Read: Mark 15:33-39
Now when the centurion, who stood facing him, saw that in this way he breathed his last, he said, “Truly this man was God’s Son!” (Mark 15:39, NRSV).
He had probably seen hundreds of crucifixions. It is hard to imagine such creative cruelty becoming routine, but for the centurion, this was just another day on crucifixion detail. Until it wasn’t.
What was it about the manner of this man’s dying that drew these words from the centurion’s hardened heart?
In Matthew and Luke’s later versions of the same scene, other the details are rearranged a bit—as if to offer more probable explanations for this sudden confession of faith from such an unexpected source. In the gospel of Mark, however, it is simply Jesus’ last moments that moved the centurion to state—with elegant simplicity—what others had been unable or unwilling to see.
Mark’s version of the Roman centurion may be the quintessential example of the “faithful foreigner.” There are many good reasons to remember him—not least because his testimony adds the ring of truth to Mark’s description of the scene. As a foreigner, after all, he is the last person we would expect to say something like this. He has no stake in this game. In fact, the opposite is true. There is very reason to expect him to deny or simply ignore Jesus’ death. But he doesn’t. And because he doesn’t, we have another important reason to believe that Jesus truly is the Son of God.
Because I am writing this reflection from Italy—in the midst of the coronavirus epidemic—it occurs to me that there might be another reason to remember the witness of the Roman centurion. It has to do with fear, faith, and foreigners.
One Italian newspaper began a recent article this way: “Fear of contagion and the contagion of fear. Each epidemic always carries the other one.”* The authors of the article hasten to make it clear that they do not want to diminish the danger or the responsibility we face in the current crisis. But their point is important. Fear spreads as fast as any virus, and it can be just as dangerous.
Too often, we try to focus our fears on what is foreign to us. It’s called xenophobia (from the Greek words xenos [foreigner] and phobos [fear]). A February 3, 2020 article in Time gave some sobering examples. In late January, for instance, bystanders refused to provide CPR for a man who had collapsed outside a Chinese restaurant in Sydney Australia. They were afraid he might have the virus. He died of cardiac arrest. Or this from further back in history but closer to home:
During the nineteenth century, rather than curtail commercial shipping, which ferried cholera around the globe, rattled cholera-stricken societies from New York to London turned their ire onto Irish immigrants instead. In 1832, a group of Irish immigrants, irrationally scorned as carriers, were first quarantined, and then secretly massacred and buried in a mass grave.**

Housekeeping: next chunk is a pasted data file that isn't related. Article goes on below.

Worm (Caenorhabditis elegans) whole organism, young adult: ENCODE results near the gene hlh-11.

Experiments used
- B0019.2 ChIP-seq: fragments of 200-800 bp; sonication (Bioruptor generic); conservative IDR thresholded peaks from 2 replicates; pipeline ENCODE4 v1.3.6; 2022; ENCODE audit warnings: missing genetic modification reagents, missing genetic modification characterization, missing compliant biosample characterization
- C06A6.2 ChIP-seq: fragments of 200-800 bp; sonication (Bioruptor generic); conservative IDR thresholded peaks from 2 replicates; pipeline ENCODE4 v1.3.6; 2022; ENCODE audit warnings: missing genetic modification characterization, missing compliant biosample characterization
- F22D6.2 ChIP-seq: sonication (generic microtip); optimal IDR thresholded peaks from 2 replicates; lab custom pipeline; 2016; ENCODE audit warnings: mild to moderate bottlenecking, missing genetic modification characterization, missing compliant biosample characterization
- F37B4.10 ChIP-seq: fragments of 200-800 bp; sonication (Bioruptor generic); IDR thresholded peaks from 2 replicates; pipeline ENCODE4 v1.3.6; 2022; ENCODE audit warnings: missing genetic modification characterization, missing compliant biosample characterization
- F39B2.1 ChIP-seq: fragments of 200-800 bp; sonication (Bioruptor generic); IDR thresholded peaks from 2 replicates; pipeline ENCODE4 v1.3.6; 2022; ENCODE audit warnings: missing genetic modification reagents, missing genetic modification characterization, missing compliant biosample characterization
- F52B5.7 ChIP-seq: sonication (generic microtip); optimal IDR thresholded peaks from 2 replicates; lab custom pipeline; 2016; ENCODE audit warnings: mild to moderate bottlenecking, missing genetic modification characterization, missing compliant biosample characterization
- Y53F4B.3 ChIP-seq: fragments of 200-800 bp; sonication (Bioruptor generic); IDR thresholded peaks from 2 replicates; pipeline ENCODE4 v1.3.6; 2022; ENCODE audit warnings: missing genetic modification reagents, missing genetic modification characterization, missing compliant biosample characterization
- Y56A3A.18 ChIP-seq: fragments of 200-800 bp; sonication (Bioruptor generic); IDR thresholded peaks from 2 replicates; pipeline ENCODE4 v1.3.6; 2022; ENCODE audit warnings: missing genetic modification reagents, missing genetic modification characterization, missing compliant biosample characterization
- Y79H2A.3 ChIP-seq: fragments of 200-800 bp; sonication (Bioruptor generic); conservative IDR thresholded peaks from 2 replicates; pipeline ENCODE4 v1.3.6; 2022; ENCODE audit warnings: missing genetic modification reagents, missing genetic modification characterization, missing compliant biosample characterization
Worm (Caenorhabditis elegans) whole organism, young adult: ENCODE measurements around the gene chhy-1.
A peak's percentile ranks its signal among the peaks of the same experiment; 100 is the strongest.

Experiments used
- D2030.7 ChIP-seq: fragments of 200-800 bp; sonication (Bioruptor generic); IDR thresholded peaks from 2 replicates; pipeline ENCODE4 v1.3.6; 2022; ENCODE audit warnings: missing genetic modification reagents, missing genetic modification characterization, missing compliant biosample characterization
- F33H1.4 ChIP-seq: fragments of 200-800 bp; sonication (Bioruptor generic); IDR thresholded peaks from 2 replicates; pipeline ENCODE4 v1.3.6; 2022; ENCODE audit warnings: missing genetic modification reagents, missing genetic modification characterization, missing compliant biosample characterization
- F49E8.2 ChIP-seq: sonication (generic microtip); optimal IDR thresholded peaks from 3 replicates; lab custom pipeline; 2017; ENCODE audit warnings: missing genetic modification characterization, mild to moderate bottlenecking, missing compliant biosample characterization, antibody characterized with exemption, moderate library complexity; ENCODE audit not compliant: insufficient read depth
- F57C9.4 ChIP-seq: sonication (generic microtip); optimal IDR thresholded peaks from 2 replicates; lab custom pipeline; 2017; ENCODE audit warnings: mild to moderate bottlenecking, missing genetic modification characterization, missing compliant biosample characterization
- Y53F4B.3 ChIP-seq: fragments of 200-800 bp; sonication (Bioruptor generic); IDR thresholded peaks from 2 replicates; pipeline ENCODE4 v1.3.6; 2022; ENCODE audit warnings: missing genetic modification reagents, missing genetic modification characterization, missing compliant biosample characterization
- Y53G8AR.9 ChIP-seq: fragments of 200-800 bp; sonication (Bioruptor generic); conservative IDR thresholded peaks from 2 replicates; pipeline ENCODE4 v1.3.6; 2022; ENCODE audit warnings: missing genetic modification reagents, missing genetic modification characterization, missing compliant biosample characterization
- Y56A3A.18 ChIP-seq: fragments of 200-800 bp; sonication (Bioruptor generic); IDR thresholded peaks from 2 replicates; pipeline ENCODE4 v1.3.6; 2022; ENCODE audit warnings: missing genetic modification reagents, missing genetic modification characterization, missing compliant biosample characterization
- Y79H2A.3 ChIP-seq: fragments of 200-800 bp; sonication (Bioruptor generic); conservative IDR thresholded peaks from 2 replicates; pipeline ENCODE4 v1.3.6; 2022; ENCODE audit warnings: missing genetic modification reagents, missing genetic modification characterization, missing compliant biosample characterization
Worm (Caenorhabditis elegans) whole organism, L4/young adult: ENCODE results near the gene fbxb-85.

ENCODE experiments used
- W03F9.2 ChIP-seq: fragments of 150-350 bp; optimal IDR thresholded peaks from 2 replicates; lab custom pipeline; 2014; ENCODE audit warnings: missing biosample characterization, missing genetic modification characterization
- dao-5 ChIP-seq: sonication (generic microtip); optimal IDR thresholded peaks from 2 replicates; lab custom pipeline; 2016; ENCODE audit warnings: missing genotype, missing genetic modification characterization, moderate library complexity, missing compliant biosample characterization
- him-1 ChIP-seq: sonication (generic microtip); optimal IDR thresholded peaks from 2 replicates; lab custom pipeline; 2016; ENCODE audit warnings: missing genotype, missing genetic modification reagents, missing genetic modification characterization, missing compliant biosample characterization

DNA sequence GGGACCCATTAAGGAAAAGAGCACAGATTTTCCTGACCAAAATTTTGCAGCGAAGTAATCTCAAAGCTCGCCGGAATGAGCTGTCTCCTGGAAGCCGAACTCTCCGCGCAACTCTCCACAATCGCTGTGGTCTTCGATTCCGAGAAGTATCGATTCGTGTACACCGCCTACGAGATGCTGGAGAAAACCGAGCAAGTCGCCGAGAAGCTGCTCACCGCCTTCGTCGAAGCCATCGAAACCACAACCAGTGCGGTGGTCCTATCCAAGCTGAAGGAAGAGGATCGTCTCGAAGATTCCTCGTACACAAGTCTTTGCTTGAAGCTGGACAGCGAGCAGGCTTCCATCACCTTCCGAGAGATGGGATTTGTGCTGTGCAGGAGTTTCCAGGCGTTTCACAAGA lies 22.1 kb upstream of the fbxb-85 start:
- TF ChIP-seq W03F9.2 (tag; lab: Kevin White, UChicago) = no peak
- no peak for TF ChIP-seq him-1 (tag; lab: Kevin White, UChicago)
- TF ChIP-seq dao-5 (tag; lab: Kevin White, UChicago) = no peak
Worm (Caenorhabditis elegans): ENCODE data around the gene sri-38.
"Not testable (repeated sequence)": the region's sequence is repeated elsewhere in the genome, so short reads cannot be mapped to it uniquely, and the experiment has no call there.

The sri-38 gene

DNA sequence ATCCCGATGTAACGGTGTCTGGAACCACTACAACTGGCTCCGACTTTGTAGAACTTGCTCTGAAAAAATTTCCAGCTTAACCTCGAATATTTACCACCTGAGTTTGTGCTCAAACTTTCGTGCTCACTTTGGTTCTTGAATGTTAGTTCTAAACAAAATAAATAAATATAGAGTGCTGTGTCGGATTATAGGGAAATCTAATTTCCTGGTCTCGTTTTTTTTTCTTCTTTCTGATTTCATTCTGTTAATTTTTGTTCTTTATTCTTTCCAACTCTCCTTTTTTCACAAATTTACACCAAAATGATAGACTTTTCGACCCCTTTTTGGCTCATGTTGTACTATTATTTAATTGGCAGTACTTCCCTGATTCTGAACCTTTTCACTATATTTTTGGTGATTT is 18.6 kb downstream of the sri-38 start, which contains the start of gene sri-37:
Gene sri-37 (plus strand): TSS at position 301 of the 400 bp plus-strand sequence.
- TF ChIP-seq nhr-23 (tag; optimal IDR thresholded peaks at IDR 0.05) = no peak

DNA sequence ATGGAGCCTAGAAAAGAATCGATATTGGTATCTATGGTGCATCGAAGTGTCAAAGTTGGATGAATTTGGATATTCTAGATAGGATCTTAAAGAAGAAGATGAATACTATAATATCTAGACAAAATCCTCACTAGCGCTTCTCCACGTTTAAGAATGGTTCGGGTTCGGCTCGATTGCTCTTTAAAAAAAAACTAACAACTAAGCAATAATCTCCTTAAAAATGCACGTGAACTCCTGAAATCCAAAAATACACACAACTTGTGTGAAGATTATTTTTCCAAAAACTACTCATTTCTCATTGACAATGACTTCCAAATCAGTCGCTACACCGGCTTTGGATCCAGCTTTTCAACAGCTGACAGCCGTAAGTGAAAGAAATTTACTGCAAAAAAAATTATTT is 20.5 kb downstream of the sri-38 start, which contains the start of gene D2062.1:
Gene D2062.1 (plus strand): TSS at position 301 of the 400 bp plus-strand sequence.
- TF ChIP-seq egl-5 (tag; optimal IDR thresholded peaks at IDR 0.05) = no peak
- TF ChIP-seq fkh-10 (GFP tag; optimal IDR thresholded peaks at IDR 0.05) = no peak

For more examples, simply scroll through your social media feed. Or better yet—don’t.
The dean of a high school in Milan wrote a letter to his students earlier this week. He cautioned them with these words: “The atavistic instinct when you feel threatened by an invisible enemy is to see him everywhere, the danger is to look at each of our fellow [human beings] as a threat, as a potential aggressor.”*
That caution is one we all need to hear. Perhaps we can carry it in our hearts along with the memory of the Roman centurion at the foot of the cross.
*Beyond Coronavirus: The Reason Against the Contagion of Fear by Vittorio Lingiardi and Guido Geovanardi (in Il Sole 24 Ore, February 26, 2020).
**The Pandemic of Xenophobia & Scapegoating by Sonia Shay (in Time, February 3, 2020).
Circle us, Lord.
Keep protection near
and danger afar.
Circle us, Lord
Keep hope within.
Keep doubt without.
Circle us, Lord.
Keep light near
and darkness afar.
Circle us, Lord.
Keep peace within.
Keep evil out.
This is an adaptation of a prayer by David Adam, “Circle Me, Lord.” I have changed it to the plural so that it can better encompass our prayers for the whole world.
Introduction to the Faithful Foreigners Series
Sprinkled throughout Scripture are stories of “faithful foreigners.” These are people who are perceived as outsiders, but who often behave more faithfully than the insiders.
In our xenophobic age, it seems a good time to get reacquainted with these faithful foreigners. The Holy Spirit preserved their stories for a reason, after all. It’s my hope that we can learn some things about faith and faithfulness from what they have to teach us.
The first piece in the series explores Jesus as refugee. While it may not technically qualify as a “faithful foreigner” story, it does introduce us to some themes that will be important for understanding the faithful foreigner motif—and our resistance to those we perceive as “other.” After that, we’ll meet Rahab, Uriah, some eunuchs, a Roman centurion, and yes—even a couple of faithful foreigners from the animal kingdom!
As it happens, I am writing this series while on sabbatical in Rome, Italy. It will be interesting to see how my own experience of being a foreigner influences my engagement with these stories. You can decide if I’m a faithful foreigner or not!